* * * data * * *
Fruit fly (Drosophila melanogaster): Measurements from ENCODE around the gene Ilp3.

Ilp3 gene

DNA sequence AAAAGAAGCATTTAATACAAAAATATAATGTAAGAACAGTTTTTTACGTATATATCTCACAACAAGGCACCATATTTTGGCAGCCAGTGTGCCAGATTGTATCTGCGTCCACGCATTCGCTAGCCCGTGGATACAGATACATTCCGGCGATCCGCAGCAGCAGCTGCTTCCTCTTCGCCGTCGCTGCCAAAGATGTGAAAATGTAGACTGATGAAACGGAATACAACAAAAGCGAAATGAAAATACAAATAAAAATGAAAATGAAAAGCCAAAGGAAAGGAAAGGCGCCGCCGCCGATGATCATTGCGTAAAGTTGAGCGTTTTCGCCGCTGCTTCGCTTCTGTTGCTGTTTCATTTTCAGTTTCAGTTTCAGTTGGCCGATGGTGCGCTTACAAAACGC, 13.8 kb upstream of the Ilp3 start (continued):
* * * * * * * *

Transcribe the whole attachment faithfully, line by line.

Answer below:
Fruit fly (Drosophila melanogaster): Measurements from ENCODE around the gene Ilp3.

Ilp3 gene

DNA sequence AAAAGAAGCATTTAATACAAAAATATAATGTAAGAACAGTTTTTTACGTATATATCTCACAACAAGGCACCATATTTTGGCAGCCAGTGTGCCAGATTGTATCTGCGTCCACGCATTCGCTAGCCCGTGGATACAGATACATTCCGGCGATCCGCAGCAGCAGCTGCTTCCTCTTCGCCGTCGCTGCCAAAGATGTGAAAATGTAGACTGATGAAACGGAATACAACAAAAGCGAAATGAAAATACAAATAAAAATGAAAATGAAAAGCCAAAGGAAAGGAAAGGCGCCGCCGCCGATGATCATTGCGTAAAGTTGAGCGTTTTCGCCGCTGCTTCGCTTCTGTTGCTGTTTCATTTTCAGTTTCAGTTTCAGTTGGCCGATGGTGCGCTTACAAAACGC, 13.8 kb upstream of the Ilp3 start (continued):